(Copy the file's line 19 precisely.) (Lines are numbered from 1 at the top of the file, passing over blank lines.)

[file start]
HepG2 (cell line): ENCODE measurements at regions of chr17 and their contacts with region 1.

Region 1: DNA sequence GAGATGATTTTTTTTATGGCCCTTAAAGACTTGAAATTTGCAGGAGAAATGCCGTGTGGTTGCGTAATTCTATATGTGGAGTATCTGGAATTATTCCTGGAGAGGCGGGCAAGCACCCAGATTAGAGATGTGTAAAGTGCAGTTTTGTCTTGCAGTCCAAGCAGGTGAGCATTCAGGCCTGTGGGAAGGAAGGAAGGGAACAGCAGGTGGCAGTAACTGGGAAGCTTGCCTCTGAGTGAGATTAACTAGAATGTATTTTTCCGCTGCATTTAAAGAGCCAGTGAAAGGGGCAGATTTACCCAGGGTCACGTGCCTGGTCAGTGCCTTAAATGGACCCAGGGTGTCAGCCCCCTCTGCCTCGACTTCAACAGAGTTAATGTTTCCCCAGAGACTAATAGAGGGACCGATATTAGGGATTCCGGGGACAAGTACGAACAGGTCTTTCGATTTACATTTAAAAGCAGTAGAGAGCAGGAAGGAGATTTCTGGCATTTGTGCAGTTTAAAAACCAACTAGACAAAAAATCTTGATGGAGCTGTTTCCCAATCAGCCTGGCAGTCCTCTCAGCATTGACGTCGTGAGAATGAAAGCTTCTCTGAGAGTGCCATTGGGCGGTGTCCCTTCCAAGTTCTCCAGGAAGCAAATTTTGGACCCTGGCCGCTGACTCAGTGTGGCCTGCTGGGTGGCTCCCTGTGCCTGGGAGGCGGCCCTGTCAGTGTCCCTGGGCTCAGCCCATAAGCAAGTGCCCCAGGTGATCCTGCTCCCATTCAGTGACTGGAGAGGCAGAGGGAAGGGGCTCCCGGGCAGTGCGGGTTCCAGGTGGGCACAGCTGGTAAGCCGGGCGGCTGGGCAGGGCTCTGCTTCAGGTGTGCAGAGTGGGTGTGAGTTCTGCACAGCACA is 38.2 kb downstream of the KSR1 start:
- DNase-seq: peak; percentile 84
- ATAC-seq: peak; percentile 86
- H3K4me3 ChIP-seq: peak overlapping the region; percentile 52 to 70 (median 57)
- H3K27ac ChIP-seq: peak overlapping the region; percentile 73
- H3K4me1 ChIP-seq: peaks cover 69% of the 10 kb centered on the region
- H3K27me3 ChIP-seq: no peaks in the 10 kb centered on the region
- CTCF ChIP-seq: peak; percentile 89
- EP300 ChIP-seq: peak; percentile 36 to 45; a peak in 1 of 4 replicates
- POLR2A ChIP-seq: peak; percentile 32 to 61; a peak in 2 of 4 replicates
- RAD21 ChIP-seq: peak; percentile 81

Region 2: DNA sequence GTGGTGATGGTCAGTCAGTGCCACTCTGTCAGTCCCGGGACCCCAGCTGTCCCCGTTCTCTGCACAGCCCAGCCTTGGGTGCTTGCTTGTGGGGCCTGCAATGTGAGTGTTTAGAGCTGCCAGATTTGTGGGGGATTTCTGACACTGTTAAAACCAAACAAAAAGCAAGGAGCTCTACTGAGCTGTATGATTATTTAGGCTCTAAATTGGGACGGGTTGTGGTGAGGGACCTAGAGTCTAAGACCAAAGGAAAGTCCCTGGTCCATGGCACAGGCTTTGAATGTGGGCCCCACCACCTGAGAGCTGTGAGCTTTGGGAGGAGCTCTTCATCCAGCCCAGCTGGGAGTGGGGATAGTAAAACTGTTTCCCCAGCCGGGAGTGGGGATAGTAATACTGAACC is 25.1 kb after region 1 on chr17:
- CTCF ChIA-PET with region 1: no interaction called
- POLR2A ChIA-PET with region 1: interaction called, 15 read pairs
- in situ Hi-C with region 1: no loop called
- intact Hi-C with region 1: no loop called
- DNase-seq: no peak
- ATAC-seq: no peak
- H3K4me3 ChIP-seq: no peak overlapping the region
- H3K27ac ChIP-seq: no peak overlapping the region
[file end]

- ATAC-seq: no peak